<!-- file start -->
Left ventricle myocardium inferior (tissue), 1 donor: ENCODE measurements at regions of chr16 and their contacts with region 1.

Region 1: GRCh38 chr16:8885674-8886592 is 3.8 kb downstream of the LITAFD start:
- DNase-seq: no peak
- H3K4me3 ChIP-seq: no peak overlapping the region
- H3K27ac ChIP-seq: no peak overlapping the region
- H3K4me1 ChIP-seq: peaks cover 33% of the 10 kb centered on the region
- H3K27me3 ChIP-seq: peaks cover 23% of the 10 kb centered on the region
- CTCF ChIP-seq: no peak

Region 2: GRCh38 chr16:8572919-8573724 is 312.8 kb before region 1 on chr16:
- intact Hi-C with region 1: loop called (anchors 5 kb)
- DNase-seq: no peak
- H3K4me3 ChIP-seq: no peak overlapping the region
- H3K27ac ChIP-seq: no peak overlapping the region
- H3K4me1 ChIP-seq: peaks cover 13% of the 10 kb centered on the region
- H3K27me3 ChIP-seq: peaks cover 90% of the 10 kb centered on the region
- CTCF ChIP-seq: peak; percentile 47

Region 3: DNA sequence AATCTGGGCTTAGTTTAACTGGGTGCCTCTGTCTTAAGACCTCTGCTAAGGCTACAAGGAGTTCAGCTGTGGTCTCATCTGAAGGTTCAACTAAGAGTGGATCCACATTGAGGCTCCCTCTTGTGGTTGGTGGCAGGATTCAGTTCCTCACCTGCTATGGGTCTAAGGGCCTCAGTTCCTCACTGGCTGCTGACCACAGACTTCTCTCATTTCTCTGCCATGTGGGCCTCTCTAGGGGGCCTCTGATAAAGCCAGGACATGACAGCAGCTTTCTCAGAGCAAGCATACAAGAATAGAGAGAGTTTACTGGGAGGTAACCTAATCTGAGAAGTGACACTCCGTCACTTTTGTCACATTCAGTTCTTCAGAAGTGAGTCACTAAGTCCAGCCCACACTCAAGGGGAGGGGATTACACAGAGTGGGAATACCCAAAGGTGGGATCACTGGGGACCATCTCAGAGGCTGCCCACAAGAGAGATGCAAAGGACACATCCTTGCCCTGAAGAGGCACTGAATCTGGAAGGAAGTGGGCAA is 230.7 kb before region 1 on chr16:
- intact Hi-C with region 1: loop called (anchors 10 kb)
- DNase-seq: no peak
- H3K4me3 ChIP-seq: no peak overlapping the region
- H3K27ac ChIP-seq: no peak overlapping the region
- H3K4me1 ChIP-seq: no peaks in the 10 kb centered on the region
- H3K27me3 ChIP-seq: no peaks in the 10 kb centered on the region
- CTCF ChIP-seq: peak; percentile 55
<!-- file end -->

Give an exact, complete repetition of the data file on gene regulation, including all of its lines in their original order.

Left ventricle myocardium inferior (tissue), 1 donor: ENCODE measurements at regions of chr16 and their contacts with region 1.

Region 1: GRCh38 chr16:8885674-8886592 is 3.8 kb downstream of the LITAFD start:
- DNase-seq: no peak
- H3K4me3 ChIP-seq: no peak overlapping the region
- H3K27ac ChIP-seq: no peak overlapping the region
- H3K4me1 ChIP-seq: peaks cover 33% of the 10 kb centered on the region
- H3K27me3 ChIP-seq: peaks cover 23% of the 10 kb centered on the region
- CTCF ChIP-seq: no peak

Region 2: GRCh38 chr16:8572919-8573724 is 312.8 kb before region 1 on chr16:
- intact Hi-C with region 1: loop called (anchors 5 kb)
- DNase-seq: no peak
- H3K4me3 ChIP-seq: no peak overlapping the region
- H3K27ac ChIP-seq: no peak overlapping the region
- H3K4me1 ChIP-seq: peaks cover 13% of the 10 kb centered on the region
- H3K27me3 ChIP-seq: peaks cover 90% of the 10 kb centered on the region
- CTCF ChIP-seq: peak; percentile 47

Region 3: DNA sequence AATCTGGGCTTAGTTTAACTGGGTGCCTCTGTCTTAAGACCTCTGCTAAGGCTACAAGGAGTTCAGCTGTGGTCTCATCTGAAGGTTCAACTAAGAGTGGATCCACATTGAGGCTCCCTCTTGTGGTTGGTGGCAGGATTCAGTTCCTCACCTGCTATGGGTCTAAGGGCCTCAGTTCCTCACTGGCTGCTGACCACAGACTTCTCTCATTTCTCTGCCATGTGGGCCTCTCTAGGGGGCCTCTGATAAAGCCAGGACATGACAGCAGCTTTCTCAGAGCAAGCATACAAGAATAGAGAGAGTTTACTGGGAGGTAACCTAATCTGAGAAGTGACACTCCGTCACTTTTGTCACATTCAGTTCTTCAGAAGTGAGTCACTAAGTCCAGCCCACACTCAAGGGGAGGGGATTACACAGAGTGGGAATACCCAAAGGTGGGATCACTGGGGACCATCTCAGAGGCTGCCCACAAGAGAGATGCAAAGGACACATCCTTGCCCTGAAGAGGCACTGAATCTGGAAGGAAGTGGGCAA is 230.7 kb before region 1 on chr16:
- intact Hi-C with region 1: loop called (anchors 10 kb)
- DNase-seq: no peak
- H3K4me3 ChIP-seq: no peak overlapping the region
- H3K27ac ChIP-seq: no peak overlapping the region
- H3K4me1 ChIP-seq: no peaks in the 10 kb centered on the region
- H3K27me3 ChIP-seq: no peaks in the 10 kb centered on the region
- CTCF ChIP-seq: peak; percentile 55